But does society have an existential path like the individual? Is there any kind of meaning that can be saved from it? I'm not sure there is. And yet we are forced back into the same society that lacks meaning by the very conditions of our existence.
    Die Logik ist keine Lehre, sondern ein Spiegelbild der Welt. Die Logik ist transcendental. - Wittgenstein

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    When I saw this thread I thought you meant Zombie apocalypse for some reason, which I think would be a better metaphor for adulthood.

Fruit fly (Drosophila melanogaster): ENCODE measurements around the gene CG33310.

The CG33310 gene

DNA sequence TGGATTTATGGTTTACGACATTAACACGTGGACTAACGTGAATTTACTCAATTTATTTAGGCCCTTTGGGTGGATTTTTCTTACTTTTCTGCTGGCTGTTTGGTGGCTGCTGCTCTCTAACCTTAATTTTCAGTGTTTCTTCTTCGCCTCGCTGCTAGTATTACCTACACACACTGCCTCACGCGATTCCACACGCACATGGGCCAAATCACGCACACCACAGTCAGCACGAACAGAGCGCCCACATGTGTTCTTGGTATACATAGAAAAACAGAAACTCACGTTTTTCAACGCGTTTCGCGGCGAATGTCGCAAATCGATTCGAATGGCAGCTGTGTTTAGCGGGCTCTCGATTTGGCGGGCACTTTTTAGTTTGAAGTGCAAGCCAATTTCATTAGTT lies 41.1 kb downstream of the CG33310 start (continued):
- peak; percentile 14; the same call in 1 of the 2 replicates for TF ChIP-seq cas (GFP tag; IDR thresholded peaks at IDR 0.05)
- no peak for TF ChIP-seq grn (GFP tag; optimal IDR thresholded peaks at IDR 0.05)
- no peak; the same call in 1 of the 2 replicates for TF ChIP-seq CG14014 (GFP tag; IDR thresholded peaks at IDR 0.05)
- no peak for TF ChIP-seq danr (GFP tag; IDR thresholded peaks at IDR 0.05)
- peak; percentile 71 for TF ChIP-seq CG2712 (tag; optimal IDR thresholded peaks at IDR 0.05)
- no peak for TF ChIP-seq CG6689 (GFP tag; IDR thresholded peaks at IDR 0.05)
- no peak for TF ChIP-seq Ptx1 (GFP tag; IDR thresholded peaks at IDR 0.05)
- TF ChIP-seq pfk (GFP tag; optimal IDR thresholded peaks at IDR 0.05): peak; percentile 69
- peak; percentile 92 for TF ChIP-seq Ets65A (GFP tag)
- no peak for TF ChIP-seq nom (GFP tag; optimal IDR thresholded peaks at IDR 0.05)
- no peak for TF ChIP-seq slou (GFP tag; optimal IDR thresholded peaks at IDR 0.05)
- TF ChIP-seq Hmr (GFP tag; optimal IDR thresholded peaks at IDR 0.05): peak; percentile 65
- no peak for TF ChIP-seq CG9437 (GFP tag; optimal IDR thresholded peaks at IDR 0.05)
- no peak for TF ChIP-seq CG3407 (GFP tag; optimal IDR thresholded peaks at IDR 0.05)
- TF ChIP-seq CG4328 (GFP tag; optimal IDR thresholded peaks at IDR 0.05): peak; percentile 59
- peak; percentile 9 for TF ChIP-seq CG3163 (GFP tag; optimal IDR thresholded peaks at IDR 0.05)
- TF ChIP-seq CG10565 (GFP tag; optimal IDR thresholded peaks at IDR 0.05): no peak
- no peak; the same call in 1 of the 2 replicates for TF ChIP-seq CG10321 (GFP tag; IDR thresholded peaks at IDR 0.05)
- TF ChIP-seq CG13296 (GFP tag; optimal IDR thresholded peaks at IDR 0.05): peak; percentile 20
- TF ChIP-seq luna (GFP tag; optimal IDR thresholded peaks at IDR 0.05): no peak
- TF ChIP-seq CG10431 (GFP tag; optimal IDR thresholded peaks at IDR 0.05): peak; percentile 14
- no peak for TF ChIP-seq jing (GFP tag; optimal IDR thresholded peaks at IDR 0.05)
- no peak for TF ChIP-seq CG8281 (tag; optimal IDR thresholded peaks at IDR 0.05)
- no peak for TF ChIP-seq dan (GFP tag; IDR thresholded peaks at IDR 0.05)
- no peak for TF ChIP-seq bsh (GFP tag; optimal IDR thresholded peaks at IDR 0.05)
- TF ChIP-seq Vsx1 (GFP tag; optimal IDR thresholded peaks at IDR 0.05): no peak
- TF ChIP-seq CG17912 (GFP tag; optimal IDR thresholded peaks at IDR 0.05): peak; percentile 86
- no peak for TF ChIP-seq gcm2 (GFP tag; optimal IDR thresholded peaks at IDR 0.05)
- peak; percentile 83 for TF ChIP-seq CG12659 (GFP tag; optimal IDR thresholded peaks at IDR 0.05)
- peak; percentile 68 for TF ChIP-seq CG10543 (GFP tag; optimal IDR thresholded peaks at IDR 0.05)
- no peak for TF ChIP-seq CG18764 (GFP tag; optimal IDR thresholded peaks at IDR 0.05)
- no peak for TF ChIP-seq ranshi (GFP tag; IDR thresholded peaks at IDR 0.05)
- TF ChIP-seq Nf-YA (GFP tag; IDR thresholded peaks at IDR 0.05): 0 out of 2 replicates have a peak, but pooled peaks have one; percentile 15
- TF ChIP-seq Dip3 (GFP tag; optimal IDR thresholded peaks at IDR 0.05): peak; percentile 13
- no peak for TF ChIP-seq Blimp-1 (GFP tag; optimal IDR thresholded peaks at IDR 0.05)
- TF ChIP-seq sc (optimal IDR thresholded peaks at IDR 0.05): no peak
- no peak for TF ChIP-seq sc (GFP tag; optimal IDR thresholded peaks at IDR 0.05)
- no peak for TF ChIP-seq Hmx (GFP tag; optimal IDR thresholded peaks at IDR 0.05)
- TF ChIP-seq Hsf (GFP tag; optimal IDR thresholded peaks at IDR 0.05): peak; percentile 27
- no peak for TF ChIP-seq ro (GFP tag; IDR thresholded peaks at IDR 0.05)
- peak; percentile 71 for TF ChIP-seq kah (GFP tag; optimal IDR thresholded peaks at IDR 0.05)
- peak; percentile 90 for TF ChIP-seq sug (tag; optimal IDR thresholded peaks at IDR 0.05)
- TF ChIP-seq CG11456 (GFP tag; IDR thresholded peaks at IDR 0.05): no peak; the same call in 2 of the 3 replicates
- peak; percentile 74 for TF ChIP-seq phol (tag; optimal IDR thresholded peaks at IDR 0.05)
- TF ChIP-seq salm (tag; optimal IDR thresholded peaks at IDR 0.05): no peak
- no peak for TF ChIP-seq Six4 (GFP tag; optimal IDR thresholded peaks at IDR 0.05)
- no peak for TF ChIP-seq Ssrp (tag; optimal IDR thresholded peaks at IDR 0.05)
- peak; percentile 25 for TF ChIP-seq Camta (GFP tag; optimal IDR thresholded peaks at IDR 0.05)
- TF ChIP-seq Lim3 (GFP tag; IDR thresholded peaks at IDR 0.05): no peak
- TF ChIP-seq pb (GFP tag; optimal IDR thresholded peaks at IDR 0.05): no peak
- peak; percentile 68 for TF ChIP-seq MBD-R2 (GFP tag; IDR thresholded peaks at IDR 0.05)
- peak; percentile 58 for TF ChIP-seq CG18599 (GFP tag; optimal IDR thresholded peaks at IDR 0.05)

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    Senior Member Mike's Avatar
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    Quote Originally Posted by TeresaJ View Post
    particularly if we grew up in a comfortable, supportive environment, at some point we had to come to the realization that the world we thought we knew is falling apart. (Some of us also eventually realize that, at the same time, it's constantly changing and developing anew.)